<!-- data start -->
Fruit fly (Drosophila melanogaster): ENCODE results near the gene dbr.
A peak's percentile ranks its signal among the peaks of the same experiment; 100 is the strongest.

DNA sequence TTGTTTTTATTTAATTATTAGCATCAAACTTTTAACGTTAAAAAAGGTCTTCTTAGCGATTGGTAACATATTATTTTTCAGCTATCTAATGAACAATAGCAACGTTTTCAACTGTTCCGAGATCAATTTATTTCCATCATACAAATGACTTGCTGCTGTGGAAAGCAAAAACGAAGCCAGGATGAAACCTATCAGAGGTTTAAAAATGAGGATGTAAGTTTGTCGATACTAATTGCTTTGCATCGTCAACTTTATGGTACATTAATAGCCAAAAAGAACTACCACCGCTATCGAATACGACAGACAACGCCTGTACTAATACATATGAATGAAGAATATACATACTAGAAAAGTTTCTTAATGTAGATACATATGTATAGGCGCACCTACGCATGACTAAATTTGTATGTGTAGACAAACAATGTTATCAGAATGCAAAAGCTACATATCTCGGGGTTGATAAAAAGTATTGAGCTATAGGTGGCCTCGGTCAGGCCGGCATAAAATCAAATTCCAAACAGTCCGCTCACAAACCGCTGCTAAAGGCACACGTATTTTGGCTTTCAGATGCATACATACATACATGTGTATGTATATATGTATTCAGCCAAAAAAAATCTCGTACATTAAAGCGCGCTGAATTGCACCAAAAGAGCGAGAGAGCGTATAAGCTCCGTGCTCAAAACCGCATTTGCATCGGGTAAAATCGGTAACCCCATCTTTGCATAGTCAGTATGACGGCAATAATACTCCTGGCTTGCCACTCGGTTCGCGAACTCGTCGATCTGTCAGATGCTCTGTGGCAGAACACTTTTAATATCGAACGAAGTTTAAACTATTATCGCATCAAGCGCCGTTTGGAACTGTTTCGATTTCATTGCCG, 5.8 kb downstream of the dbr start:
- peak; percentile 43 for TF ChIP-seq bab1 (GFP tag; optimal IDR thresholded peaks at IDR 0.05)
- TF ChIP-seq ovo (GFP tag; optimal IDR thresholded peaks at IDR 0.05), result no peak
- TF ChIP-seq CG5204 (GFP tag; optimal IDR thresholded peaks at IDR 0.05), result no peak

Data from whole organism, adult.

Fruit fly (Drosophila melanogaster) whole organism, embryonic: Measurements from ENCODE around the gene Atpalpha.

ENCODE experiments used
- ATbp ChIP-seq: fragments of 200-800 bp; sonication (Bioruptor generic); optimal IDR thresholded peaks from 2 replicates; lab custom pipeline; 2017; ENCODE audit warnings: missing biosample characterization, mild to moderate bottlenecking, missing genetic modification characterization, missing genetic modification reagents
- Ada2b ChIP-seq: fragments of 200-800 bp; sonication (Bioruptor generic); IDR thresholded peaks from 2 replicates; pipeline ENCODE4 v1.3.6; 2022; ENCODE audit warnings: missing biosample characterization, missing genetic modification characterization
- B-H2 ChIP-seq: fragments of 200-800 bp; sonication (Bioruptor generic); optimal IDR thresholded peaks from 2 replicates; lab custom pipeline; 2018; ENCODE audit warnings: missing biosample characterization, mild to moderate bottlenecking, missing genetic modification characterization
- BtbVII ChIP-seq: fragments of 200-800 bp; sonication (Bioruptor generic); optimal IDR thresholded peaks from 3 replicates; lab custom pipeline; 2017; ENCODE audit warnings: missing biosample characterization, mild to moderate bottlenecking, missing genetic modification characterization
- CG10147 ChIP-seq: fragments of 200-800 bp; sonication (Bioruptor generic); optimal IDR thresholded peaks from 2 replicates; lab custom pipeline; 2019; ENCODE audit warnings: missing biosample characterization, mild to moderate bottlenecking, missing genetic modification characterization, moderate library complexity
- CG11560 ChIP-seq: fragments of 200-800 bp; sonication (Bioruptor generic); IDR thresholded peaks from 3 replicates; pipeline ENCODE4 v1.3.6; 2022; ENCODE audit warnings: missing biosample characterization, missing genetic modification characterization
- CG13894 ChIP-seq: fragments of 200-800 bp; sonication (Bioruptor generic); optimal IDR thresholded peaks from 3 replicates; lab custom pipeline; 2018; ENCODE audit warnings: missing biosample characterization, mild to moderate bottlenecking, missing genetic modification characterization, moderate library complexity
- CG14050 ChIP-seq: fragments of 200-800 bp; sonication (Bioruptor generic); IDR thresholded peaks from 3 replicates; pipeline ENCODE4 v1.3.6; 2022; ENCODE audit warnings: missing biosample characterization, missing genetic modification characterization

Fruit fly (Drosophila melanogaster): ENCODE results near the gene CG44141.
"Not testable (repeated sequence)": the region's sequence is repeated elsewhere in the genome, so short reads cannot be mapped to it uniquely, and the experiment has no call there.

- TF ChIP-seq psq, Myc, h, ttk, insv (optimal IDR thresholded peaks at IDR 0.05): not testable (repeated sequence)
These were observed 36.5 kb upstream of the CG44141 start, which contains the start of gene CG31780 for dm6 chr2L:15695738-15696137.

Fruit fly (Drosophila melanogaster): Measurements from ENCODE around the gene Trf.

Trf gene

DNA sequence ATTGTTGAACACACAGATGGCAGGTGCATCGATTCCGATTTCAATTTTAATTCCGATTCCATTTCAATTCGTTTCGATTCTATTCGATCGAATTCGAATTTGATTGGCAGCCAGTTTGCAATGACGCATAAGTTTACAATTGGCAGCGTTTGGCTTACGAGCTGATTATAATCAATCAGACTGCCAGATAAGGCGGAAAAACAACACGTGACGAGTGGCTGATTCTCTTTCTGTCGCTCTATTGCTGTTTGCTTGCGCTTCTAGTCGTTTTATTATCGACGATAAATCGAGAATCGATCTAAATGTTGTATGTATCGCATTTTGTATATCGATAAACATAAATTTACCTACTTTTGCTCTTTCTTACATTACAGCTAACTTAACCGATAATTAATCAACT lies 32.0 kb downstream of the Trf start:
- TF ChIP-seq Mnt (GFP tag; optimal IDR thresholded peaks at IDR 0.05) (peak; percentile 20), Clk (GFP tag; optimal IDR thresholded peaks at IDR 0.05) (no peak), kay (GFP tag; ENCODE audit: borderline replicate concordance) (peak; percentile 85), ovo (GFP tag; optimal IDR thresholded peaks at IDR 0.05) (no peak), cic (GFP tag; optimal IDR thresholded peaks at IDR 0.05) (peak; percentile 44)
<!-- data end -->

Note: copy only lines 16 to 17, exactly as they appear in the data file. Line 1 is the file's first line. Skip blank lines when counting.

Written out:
- CG13894 ChIP-seq: fragments of 200-800 bp; sonication (Bioruptor generic); optimal IDR thresholded peaks from 3 replicates; lab custom pipeline; 2018; ENCODE audit warnings: missing biosample characterization, mild to moderate bottlenecking, missing genetic modification characterization, moderate library complexity
- CG14050 ChIP-seq: fragments of 200-800 bp; sonication (Bioruptor generic); IDR thresholded peaks from 3 replicates; pipeline ENCODE4 v1.3.6; 2022; ENCODE audit warnings: missing biosample characterization, missing genetic modification characterization